Thais mark new King’s birthday with monks, stamps

BANGKOK – Monks lined the streets and glittering commemorative stamps were issued on Friday as Thais marked the 65th birthday of King Maha Vajiralongkorn- his first as monarch of the politically febrile nation.

Vajiralongkorn took the throne late last year after the death of his deeply revered father, Bhumibol Adulyadej, who commanded a cult-like following during his 70-year reign.

Thailand is still mourning Bhumibol’s death and Friday’s celebrations were muted compared to the parades and other festivities that marked the birthdays of the late king, who used the occasion to give annual speeches.

It was not clear if Vajiralongkorn was in his kingdom or abroad, where he spends much of his time.

He did not attend a morning ceremony outside Bangkok’s Royal Plaza where more than 600 Buddhist monks lined up to receive alms from junta chief Prayut Chan-O-Cha and other officials.

Similar ceremonies were held across the country, with businesses erecting portraits of the new monarch in the run-up to his birthday.

Crowds lined up outside Bangkok post offices to get special edition stamps of Vajiralongkorn, known as King Rama X.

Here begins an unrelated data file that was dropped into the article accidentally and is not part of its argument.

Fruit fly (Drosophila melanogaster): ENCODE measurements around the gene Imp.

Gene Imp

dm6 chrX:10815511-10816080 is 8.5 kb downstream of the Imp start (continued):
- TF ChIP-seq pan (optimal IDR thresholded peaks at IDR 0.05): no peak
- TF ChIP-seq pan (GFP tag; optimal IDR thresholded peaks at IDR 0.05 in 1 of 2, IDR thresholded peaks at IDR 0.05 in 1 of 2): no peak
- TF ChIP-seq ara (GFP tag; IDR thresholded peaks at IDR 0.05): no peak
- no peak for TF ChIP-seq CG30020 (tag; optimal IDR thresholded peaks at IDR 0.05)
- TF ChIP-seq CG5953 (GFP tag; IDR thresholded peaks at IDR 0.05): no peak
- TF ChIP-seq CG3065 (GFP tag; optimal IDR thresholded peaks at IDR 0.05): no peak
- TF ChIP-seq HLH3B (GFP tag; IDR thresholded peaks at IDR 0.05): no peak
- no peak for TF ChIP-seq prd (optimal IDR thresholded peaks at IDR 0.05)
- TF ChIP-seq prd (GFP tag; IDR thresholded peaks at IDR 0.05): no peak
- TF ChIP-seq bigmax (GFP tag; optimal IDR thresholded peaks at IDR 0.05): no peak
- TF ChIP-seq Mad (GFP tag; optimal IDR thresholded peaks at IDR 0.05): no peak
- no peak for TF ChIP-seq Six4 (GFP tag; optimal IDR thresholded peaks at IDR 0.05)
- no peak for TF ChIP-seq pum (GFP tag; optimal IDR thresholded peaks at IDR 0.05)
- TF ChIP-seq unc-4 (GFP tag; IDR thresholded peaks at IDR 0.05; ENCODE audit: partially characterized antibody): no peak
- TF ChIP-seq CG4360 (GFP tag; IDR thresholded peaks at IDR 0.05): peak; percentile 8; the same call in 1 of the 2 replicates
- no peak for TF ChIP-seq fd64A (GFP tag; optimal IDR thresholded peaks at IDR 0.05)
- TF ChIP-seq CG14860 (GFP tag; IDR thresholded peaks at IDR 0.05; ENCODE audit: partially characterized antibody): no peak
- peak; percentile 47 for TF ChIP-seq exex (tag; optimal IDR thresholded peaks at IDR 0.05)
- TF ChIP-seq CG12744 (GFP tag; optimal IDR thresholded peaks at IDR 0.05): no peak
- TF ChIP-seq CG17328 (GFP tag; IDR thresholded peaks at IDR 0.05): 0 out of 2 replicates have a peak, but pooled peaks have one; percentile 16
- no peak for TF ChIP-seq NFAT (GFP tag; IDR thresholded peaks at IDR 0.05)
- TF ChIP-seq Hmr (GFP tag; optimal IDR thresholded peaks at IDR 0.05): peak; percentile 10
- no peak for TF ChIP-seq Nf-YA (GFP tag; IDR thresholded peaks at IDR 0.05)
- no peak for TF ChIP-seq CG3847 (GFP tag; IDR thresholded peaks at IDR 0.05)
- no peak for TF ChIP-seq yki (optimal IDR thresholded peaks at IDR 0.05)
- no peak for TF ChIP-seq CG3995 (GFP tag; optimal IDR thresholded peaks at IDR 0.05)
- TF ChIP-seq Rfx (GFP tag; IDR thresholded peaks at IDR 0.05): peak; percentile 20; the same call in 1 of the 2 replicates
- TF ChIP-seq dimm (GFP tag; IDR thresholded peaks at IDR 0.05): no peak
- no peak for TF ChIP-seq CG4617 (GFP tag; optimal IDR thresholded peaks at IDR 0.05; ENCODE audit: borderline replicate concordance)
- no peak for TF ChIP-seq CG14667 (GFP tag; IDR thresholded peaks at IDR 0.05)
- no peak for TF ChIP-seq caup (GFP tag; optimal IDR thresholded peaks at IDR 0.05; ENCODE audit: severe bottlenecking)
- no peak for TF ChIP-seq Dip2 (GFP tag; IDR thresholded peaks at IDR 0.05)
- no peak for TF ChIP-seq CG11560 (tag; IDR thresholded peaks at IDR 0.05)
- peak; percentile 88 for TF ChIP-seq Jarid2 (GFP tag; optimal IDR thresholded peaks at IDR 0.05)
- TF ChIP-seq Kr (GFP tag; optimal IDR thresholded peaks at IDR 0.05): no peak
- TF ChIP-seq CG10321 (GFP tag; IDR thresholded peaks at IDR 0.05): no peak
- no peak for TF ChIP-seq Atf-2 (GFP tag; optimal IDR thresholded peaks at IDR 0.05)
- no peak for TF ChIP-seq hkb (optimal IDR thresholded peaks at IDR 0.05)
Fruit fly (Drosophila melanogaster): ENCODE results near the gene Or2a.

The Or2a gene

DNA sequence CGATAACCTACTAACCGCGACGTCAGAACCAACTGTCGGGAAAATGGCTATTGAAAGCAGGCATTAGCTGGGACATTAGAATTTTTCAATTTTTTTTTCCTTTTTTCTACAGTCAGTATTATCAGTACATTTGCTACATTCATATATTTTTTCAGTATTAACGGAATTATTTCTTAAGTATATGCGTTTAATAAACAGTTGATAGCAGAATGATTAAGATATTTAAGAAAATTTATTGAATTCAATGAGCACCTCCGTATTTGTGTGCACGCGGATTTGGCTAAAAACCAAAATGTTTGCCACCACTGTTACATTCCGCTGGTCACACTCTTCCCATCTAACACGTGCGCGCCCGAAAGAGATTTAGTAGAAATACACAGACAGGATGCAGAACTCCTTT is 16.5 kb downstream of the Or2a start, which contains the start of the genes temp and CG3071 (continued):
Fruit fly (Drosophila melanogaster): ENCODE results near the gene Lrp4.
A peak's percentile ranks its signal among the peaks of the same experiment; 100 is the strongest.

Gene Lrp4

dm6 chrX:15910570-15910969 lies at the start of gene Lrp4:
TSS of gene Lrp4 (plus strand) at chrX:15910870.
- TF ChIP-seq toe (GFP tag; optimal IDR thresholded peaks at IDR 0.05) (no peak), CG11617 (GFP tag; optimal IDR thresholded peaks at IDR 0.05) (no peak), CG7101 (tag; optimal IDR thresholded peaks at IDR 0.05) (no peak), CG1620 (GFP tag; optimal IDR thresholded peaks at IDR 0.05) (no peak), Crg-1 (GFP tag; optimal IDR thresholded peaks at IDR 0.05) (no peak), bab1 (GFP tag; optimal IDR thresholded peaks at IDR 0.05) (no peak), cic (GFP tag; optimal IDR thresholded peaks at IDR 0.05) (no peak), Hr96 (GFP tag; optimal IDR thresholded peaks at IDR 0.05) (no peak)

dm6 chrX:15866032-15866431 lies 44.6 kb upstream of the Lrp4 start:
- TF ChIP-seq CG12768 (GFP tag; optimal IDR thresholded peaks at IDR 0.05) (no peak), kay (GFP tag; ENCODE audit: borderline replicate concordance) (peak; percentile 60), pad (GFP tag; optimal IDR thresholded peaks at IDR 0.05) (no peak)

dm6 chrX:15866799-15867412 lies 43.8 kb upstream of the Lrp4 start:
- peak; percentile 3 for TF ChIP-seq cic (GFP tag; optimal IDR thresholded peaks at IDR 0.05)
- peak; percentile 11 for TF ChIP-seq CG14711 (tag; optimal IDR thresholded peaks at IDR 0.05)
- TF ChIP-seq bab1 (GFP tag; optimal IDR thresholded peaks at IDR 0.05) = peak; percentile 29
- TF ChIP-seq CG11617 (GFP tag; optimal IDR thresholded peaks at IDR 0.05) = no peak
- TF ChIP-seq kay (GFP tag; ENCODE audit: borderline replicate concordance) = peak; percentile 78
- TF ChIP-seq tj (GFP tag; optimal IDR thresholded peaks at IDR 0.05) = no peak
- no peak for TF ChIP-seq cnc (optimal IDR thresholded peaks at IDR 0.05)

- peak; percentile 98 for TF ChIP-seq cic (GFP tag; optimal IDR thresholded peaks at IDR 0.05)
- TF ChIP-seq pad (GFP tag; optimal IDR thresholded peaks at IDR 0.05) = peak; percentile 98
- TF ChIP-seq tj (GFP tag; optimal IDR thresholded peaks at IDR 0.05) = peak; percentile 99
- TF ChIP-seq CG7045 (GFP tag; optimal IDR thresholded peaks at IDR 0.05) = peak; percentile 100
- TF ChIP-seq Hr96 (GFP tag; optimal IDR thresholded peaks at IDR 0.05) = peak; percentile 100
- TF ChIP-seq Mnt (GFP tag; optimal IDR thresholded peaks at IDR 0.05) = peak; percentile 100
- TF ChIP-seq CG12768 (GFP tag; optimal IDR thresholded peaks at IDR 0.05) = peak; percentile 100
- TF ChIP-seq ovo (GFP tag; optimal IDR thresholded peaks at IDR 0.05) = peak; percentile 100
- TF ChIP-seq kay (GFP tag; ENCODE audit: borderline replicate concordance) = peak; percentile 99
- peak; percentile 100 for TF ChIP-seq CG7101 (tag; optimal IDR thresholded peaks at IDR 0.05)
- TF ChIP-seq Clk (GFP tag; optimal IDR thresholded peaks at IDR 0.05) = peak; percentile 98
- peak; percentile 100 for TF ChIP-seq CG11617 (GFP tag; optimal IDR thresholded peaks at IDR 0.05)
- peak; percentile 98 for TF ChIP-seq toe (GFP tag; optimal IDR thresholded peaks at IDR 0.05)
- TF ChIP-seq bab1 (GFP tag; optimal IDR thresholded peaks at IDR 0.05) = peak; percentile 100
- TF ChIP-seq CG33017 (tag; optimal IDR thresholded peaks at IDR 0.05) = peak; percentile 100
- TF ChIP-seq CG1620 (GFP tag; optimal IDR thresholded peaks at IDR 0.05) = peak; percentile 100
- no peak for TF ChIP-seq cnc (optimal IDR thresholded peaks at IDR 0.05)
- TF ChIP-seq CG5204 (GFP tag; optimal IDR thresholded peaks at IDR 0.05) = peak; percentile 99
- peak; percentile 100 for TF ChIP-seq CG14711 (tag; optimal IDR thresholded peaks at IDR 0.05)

“The first day of the sales of the first stamp in the reign of King Rama X…was met with huge public interest,” Thailand’s postal service said in a statement.

Royal affairs are a highly sensitive topic in Thailand, where the monarchy has limited power on paper but wields vast influence behind the scenes.

Vajiralongkorn is protected from criticism by a severe royal defamation law that has been aggressively enforced by the ultra-royalist junta that seized power in 2014.

The opacity of palace affairs — and curbs on scrutinizing the institution — make it difficult to parse the new king’s relationship with the military and other powerbrokers.

But he has already asserted himself with several moves that consolidate his control over the palace bureaucracy and reduce government oversight.

Last week Vajiralongkorn was granted power to appoint all members of a body that oversees the Palace’s multi-billion dollar financial portfolio.

The committee was previously headed by the finance minister.

He has also taken direct control of five state agencies overseeing palace affairs and security that were previously run by the government or military.

Earlier in the year the junta removed constitutional provisions that required him to appoint a regent when overseas or have all royal decrees countersigned by a government official.

All media based in Thailand must self-censor when reporting on the monarchy to avoid violating the lese majeste law.